Florida Marlins' Emilio Bonifacio, left, is congratulated by teammates John Buck, center, and Greg Dobbs after hitting a three-run home run off Cincinnati Reds relief pitcher Nick Masset in the eighth inning of a baseball game Sunday in Cincinnati. Florida won 9-5.
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CINCINNATI — Some deficits are too big for even the power-laden Cincinnati Reds.
Bronson Arroyo and the Reds gave up five home runs to the Florida Marlins, including Hanley Ramirez's first of the season, and Cincinnati lost 9-5 on Sunday.
The Reds, who came into the game leading the NL in homers and runs, scored twice in the ninth on pinch-hitter Chris Heisey's bases-loaded double and had the tying run at the plate. But MVP Joey Votto ended the rally with an easy chopper to closer Leo Nunez.
On Saturday night, Cincinnati scored three runs with two outs to tie the game in the eighth before winning 4-3 in 10 innings.
The Reds also had the Marlins sweating on Friday, when they scored two in the ninth and had the tying run at second base before Nunez got Jay Bruce with a called third strike.
Arroyo (3-3), who allowed a season-high three home runs, felt bad about the position Cincinnati's offense is being put into by the pitching.
"It's harder to play from behind than it is when you're ahead and you can relax a little bit," said the right-hander, who gave up seven hits in seven innings while falling to 1-3 in his last four starts and 0-3 in 10 career appearances against Florida.
"What was disappointing today was they got the lead and we tied it up and they got the lead and we tied it up again. You've got to keep grinding. This game is so full of streaks. Right now, it's not happening for us."
The Reds fell to .500 for the fifth time in the last 10 games. They've alternated wins and losses since a four-game losing streak from April 17 through April 20 while being unable to put together a consistent run and frustrating manager Dusty Baker.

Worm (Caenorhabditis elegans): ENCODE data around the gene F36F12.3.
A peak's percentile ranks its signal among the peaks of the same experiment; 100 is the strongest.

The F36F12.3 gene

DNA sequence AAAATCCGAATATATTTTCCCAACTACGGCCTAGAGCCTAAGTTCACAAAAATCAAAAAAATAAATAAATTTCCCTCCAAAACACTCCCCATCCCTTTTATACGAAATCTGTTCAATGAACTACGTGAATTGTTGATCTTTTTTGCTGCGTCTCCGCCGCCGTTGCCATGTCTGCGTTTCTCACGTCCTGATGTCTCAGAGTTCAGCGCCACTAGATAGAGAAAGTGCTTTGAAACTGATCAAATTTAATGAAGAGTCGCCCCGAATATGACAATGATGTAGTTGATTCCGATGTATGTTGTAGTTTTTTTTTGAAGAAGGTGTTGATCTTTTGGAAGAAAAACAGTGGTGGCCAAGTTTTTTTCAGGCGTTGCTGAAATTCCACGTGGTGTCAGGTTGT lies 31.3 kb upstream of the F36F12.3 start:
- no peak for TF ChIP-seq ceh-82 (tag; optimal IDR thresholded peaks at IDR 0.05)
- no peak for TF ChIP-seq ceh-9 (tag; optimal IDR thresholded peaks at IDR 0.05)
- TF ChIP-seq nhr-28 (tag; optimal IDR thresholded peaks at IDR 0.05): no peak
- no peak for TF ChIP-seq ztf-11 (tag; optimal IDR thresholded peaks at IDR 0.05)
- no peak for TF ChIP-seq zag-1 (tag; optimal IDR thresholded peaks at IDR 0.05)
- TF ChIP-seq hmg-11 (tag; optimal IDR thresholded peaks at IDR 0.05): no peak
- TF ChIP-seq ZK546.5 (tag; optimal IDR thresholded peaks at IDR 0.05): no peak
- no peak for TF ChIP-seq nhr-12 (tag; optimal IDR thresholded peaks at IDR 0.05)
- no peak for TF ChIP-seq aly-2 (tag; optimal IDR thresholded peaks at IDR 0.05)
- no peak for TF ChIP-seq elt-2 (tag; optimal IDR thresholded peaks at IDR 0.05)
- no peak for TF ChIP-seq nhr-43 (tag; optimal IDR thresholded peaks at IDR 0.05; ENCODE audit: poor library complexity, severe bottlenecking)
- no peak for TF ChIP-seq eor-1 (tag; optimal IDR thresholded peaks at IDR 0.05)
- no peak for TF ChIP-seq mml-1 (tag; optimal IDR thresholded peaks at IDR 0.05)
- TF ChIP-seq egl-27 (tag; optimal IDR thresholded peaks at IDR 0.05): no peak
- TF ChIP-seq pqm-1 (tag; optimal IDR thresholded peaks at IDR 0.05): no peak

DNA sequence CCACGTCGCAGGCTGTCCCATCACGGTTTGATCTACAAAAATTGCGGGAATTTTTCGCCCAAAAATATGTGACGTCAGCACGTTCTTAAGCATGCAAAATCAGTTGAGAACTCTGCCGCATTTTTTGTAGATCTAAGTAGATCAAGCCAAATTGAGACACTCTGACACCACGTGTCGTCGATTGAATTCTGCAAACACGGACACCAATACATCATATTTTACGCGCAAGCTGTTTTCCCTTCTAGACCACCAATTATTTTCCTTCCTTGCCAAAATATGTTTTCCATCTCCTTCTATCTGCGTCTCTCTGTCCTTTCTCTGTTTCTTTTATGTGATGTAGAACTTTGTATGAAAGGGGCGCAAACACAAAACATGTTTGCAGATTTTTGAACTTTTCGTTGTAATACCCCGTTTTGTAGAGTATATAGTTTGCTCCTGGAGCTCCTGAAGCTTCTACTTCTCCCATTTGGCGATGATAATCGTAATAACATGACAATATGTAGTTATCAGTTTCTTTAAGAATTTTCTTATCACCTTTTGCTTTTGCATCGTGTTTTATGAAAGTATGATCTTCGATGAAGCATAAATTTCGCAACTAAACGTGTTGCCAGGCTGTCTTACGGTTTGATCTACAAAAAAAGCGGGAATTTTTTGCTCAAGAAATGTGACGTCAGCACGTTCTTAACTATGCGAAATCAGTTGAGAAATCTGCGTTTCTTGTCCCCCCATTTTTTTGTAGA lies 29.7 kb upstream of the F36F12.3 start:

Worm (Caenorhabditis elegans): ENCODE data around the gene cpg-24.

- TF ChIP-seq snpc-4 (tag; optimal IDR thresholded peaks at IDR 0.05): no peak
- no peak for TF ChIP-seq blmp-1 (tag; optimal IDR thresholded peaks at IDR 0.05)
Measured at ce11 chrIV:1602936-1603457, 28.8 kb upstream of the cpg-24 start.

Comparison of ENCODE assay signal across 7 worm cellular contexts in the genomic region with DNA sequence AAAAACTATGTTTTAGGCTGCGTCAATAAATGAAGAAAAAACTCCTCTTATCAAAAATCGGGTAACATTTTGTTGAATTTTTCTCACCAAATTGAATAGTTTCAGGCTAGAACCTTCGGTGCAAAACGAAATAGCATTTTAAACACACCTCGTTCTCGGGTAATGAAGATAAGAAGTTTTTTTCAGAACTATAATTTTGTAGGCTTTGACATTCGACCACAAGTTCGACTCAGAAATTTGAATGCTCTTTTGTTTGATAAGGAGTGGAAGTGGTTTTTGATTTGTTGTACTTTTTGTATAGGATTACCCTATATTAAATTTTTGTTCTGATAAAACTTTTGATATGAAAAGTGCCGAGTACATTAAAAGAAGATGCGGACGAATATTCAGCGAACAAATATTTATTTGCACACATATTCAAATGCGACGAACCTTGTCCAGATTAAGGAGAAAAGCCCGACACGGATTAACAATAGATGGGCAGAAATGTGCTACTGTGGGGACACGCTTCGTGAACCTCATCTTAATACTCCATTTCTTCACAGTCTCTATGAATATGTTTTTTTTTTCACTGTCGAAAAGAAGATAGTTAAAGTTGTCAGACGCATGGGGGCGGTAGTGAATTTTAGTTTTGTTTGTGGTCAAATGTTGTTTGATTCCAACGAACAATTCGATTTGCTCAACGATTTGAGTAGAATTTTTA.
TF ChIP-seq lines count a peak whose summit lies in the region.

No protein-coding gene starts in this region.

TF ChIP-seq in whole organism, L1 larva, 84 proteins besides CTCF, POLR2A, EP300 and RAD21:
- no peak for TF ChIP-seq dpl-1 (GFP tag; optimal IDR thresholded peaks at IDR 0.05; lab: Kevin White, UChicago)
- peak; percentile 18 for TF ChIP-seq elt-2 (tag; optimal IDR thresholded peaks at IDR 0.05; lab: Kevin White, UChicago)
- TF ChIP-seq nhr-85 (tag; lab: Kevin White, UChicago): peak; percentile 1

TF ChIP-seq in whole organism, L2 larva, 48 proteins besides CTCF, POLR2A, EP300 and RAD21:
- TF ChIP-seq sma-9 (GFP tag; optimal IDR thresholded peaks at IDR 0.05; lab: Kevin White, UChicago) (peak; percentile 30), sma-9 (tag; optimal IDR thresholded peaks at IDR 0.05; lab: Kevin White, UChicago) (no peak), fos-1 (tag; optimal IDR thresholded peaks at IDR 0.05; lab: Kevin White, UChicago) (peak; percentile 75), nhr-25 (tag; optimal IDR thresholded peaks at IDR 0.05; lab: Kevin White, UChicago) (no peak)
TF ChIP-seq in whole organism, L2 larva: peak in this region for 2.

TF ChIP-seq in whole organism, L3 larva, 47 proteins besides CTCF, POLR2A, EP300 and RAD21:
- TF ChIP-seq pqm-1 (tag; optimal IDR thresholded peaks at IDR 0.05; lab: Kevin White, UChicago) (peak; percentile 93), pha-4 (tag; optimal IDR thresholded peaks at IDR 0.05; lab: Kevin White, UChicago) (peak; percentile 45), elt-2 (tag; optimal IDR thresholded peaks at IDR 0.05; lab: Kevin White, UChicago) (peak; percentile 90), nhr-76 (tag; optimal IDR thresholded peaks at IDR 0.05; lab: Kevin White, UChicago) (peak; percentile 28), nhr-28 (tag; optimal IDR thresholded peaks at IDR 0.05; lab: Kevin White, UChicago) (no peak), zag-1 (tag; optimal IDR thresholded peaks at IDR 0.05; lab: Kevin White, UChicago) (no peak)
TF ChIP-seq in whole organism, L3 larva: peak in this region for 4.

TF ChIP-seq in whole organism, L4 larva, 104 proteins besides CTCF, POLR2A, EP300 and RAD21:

"The hard part today was we couldn't keep the ball in the ballpark," Baker said. "Boy, they hit some bombs."
Florida right-hander Ricky Nolasco (3-0) allowed three runs and six hits in seven innings to help the Marlins take two of three in the series. He struck out five and walked one.
Ramirez started the flurry of homers with a two-run shot on an 0-1 pitch with one out in the first inning. The drive into the left-field seats was his first homer since Sept. 6 — including spring training.
"I'm not concerned about his numbers," Edwin Rodriguez said. "I am more concerned with how he is handling the slump. I know the numbers will be there. So far, he's handled it well."
Bruce tied the game in the bottom of the first with his fifth homer of the season.
Votto followed by drawing a walk, extending to 28 his major league-leading streak of consecutive games reaching base at least once with a hit, walk or being hit by a pitch. He is six away from tying the club record of 34 games to start a season, set by Dave Collins in 1981.
The Marlins regained the lead at 3-2 with Greg Dobbs' leadoff homer in the second.
The Reds tied the score again on Brandon Phillips' fourth homer, an opposite-field drive into the right-field seats with one out in the sixth.
The Marlins broke the game open in the eighth, scoring four runs off Cincinnati reliever Nick Masset with two outs.
Stanton cracked a 442-foot solo drive to center field, his third homer of the season. After Dobbs walked and Buck singled, Emilio Bonifacio hit drive into the right-field seats for his first home run to leave park. His only other career homer in 902 career at-bats was an inside-the-park grand slam on opening day in 2009.
"Nick had been throwing the ball outstanding," Baker said. "The pitch to Stanton was a fastball, and he threw a hanging breaking ball to Bonifacio."
NOTES: Reds RHP Johnny Cueto needed 99 pitches to get through 4 2-3 innings of his rehab start Sunday with Triple-A Louisville. Cueto allowed five hits and one earned run with two walks and six strikeouts. ... According to the Elias Sports Bureau, Florida RHP Josh Johnson's 18 hits allowed in 41 innings are the fewest by any pitcher with at least 40 innings since 1900, one fewer than the 19 allowed by Nolan Ryan in 1978. Johnson's 0.88 ERA is the fourth-lowest of pitchers with at least 40 innings through the end of April since 1913, when earned runs became an official statistic.